Professional Carwashing & Detailing

Study your wash before you invest

October 11, 2010

There are a number of activities that must occur before an investor can submit a loan application for a carwash project.

Some of these are:

  • Researching the industry;
  • Searching for suitable property;
  • Determining the eligibility of the site as a carwash location; and
  • Developing a study to determine the feasibility of the project.

The ultimate goal of a carwash study is to demonstrate that the project has sustainable earnings growth, a dominant market position, a strong balance sheet and abundant cash flow.

Pro forma financial statements
Pro forma are income and balance sheet statements that are projected for future years. The cash budget and pro forma income statements act as inputs to the pro forma balance sheet and the sales forecast is the key input to all statements.

The sales forecast is a key input to the investor’s financial planning process. Sales forecasts can be developed with a number of methods.

Some equipment distributors have been at this for so long that they have developed a keen sense for determining eligible sites, the market potential of a trade area and the yield of a site based on their intuition.

While this may be acceptable to the investor, lenders want to see quantitative results in addition to the qualitative aspects of analysis.

As such, invest-ors must rely on equipment distributors, independent consultants or themselves to produce a carwash study and a business plan.

Why bother?
The purpose of a carwash study is to determine eligibility of location and the financial and operational feasibility of the project subject to reasonable assumptions and limiting conditions.

The notion of reasonable and limiting conditions is critically important to investors because the carwash study often serves as the baseline from which the business plan is produced.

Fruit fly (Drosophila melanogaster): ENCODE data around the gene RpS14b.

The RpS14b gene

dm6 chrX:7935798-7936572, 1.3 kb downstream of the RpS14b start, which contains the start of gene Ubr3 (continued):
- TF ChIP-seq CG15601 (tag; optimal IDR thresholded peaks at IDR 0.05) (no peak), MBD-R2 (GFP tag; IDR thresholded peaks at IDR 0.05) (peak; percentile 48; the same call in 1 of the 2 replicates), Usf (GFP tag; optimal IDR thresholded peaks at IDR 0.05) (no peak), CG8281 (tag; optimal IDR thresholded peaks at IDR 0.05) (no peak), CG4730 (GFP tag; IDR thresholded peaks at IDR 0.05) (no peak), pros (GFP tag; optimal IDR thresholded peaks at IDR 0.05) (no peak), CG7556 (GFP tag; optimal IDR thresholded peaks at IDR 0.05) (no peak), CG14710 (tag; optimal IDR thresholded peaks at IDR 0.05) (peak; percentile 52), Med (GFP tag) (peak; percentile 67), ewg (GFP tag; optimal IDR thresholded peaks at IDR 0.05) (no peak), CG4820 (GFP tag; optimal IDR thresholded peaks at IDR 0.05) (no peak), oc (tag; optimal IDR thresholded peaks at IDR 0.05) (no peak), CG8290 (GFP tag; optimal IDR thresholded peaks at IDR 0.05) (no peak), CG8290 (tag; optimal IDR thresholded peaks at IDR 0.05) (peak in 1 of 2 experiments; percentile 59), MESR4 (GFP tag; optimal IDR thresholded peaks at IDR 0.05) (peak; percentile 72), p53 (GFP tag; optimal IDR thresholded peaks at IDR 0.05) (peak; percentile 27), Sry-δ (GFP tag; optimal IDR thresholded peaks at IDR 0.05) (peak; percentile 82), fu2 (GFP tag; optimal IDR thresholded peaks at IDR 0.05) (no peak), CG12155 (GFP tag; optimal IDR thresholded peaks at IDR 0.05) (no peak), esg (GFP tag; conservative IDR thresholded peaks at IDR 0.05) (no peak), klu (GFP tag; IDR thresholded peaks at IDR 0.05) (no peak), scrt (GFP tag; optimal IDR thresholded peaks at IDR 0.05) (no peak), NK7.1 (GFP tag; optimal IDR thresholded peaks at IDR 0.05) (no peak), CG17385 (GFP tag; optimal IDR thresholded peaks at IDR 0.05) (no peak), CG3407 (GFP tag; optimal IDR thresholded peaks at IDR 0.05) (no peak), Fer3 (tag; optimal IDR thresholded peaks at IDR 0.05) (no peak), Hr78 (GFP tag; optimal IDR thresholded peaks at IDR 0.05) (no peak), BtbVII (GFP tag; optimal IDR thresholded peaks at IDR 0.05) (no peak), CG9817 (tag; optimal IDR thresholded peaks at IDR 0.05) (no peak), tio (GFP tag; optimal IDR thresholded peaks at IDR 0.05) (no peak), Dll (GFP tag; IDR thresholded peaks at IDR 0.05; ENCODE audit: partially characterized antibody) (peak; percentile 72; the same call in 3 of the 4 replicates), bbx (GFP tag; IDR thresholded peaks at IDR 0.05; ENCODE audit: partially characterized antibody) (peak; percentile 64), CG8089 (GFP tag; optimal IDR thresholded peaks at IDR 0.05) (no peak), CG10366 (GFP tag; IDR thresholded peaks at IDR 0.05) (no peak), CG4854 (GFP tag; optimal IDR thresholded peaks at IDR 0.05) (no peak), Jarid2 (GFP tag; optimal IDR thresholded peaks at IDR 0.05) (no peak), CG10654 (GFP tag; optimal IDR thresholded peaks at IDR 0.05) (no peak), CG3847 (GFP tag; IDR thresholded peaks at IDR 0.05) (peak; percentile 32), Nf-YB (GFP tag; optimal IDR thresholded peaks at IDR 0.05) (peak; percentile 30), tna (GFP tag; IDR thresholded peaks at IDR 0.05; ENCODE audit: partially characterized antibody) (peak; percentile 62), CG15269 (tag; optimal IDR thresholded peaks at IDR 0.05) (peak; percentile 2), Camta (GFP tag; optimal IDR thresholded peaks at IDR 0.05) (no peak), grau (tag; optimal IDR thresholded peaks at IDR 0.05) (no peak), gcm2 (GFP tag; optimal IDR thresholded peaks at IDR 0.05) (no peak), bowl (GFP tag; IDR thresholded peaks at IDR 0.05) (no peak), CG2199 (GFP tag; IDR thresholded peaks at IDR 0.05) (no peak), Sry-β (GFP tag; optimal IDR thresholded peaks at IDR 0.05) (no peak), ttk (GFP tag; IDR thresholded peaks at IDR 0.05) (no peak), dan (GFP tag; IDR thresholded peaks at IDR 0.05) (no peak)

From an investor’s perspective, the worst possible scenario would be to have a site that is overrated, development costs that are under-estimated and sales forecasts that are overly optimistic.

This could lead to pro forma statements that are unrealistic. If so, the result could be a carwash that may make money but performs well below the investor’s expectations.

Does it follow a logical sequence?
If a carwash study is presented in a manner that does not follow a logical sequence, the investor should have serious concerns with the validity of findings.

Typically, the sequence of activities includes site and location analysis followed by a complete demographic analysis, market survey and estimates of market potential and site yield. Only then is there enough information to produce a meaningful sales estimate.

The next logical step would be to develop a preliminary site layout followed by an estimate of the expected development costs. Following this, the analyst can develop the sales forecasts and then the pro forma statements.

Again, if the carwash study doesn’t appear to follow a logical sequence, the investor should be concerned with the possibility that the study may have been cooked or developed in a piecemeal fashion where cause and effect has not been established and carried throughout the analysis.

The score

There can also be problems with the methods that are used to develop carwash studies. One example is the location analysis worksheet that many equipment distributors use to rate sites.

The location worksheet is based on a set of physical and socio-economic factors that are thought to be well suited for determining the eligibility of a location as a carwash site.

The outcome of the worksheet is a score that is used to rate the site. Some of the inherent problems with this approach are that the worksheet is based on a qualitative ranking that considers average or normal values and the evaluation of the results can be highly subjective.

Don’t get captured

The use of capture rate to develop demand estimates can also introduce a high degree of inconsistency and variability in the sales forecast.